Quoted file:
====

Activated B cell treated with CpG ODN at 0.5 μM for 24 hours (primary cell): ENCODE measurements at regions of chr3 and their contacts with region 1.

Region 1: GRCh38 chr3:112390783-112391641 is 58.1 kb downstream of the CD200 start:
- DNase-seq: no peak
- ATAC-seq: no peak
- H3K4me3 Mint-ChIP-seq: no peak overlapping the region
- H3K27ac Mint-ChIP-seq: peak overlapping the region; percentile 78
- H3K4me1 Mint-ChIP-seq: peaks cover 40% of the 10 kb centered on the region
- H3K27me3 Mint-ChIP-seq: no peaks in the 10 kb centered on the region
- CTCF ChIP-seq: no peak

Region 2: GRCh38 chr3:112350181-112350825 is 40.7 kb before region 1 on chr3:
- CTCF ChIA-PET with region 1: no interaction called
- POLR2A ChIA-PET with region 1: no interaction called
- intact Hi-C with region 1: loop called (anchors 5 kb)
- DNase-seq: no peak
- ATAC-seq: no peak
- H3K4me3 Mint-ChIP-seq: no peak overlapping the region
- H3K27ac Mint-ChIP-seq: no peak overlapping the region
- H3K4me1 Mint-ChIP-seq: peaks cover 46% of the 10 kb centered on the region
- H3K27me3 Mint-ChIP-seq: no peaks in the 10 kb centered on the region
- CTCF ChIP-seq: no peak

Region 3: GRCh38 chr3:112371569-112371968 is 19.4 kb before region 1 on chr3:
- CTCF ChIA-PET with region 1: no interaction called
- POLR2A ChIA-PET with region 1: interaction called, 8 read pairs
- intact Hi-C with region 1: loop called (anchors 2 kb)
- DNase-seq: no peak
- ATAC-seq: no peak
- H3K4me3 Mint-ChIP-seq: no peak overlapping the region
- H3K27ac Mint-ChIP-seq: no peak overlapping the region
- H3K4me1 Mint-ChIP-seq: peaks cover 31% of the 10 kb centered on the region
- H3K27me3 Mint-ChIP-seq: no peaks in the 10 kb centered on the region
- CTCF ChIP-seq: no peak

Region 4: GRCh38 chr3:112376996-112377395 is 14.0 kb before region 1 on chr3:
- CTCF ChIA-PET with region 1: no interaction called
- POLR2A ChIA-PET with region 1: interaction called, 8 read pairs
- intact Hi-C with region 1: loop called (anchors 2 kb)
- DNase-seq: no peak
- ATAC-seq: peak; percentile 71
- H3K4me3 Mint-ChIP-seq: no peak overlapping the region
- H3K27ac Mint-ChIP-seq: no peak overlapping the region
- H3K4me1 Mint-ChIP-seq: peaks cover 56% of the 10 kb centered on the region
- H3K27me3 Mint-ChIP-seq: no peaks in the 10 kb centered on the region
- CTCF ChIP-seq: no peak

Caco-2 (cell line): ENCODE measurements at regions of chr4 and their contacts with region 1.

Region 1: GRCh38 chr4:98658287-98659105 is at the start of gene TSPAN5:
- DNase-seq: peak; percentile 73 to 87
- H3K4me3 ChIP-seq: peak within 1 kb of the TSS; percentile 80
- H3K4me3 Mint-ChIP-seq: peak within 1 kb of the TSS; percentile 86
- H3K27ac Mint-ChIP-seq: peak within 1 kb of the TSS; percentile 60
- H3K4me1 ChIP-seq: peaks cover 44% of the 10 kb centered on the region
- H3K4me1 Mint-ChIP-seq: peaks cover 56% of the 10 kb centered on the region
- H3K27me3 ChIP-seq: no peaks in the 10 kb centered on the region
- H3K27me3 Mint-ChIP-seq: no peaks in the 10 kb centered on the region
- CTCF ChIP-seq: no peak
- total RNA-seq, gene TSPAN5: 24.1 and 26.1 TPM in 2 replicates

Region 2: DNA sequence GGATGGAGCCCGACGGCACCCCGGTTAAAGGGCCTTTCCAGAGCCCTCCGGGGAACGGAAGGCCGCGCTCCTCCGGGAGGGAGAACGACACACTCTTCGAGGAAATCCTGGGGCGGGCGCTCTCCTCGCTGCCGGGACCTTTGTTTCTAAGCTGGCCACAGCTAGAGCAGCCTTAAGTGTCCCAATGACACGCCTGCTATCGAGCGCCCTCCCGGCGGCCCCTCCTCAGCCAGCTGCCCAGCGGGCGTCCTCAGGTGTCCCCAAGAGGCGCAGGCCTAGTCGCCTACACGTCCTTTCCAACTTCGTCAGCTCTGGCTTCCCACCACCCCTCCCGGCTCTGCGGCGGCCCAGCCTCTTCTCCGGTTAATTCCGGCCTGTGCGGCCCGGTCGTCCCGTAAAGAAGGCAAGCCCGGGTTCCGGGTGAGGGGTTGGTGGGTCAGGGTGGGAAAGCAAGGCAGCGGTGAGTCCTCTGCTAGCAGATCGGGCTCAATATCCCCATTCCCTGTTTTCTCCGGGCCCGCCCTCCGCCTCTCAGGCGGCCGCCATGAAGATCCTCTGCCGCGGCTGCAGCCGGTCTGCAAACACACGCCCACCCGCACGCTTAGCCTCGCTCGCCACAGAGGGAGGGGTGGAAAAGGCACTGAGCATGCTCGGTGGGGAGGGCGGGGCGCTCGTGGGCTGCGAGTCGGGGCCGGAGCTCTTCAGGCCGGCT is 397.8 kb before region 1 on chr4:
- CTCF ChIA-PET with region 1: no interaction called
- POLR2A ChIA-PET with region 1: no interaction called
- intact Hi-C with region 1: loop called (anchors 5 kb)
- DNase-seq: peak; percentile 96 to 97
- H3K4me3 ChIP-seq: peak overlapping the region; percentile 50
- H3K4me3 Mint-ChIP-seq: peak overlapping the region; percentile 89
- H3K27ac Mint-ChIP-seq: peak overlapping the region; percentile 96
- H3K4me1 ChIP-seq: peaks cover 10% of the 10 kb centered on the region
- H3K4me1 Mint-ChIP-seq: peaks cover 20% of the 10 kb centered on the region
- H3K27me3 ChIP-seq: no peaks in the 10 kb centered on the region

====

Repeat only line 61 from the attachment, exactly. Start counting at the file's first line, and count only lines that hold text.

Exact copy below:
- H3K4me3 Mint-ChIP-seq: peak overlapping the region; percentile 89